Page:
The development of disulphide-bridging chemistry for the generation of antibody-protein conjugates

  • Beccie Martin

Student thesis: Doctoral ThesisPhD


Bioconjugation techniques have been used to produce pioneering antibody-based therapeutics including antibody-drug conjugates (ADCs) and bispecific antibodies (BsAbs), which are revolutionising the treatment of many cancers. Bioconjugation refers to the selective modification of existing biomolecules with novel and desired functions. It is also a key principle in many diagnostic and research tools including fluorescent imaging and the highly sensitive detection technique the enzyme-linked immunosorbent assay (ELISA).
Classical methods of antibody conjugation often result in heterogenous bioconjugates which suffer from reduced thermal stability and therapeutic potency. To achieve a more site- selective conjugation, highly complex and expensive modification to the antibody structure is often employed. Our aim during this research was to develop a method of selective chemical conjugation to native antibodies to be used in the construction of homogenous antibody conjugates.
Disulphide-bridging reagents are a new class of conjugation chemistry that can attach across a reduced antibody disulphide bond to lower the number of conjugation sites on an antibody. A selection of bis-haloacetamide linkers were evaluated as disulphide-bridging reagents. Through optimisation of antibody reduction and conjugation conditions highly selective re- bridging of the interchain disulphide bond between the heavy and light chain was achieved. Full bridging of the disulphide bonds resulted in disulphide scrambling at the hinge region. Using biolayer interferometry, we found disulphide scrambling did not significantly affect trastuzumab binding to the FcgRIIA and FcgRIIIA receptors.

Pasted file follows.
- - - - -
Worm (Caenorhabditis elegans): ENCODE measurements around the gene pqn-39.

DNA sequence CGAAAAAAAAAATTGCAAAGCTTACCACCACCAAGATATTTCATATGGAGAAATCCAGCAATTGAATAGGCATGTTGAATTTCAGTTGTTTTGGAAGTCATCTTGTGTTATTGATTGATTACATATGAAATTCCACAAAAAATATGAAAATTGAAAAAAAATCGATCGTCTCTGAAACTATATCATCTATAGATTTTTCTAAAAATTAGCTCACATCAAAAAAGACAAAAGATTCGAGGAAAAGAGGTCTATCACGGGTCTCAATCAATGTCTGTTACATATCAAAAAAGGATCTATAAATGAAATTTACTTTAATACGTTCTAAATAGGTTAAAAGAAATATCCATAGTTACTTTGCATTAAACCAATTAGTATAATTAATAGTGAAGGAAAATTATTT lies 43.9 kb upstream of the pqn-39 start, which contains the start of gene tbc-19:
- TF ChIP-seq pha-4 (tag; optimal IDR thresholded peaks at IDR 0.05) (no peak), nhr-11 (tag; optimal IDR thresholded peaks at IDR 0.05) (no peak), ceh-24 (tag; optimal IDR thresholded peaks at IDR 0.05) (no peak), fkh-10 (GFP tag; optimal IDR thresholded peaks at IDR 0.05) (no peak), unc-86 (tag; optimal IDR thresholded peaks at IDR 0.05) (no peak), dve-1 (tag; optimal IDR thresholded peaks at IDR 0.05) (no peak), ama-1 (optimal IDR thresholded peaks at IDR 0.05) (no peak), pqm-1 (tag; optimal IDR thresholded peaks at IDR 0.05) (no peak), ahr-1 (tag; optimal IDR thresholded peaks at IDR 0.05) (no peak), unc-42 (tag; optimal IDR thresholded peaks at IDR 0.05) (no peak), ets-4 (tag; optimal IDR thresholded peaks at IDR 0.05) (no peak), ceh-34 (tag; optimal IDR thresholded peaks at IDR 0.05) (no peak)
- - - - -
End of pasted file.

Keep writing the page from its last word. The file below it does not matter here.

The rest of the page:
We also demonstrate the suitability of a bis-1,2-diiodoacetamide PEG7 homobifunctional crosslinker with disulphide-bridging terminals for crosslinking Fabs and Mabs. Bispecific antibodies were conveniently generated using this crosslinker in a range of formats in good yield. Bispecific antibody generation was also approached from a click-chemistry perspective. Disulphide-bridging linkers with DBCO and azide handles were synthesized and used in SPAAC reactions to afford fluorescently-labelled antibodies and bispecific antibodies. Both crosslinking techniques show great potential for constructing homogenous antibody conjugates with potent anti-cancer activity.
Date of Award16 Nov 2022
Original languageEnglish
Awarding Institution
  • University of Bath
SupervisorAndrew Watts (Supervisor) & Jean Van Den Elsen (Supervisor)


  • Disulphide bridging
  • Bioconjugation
  • Haloacetamide
  • Antibodies
  • Re-bridging

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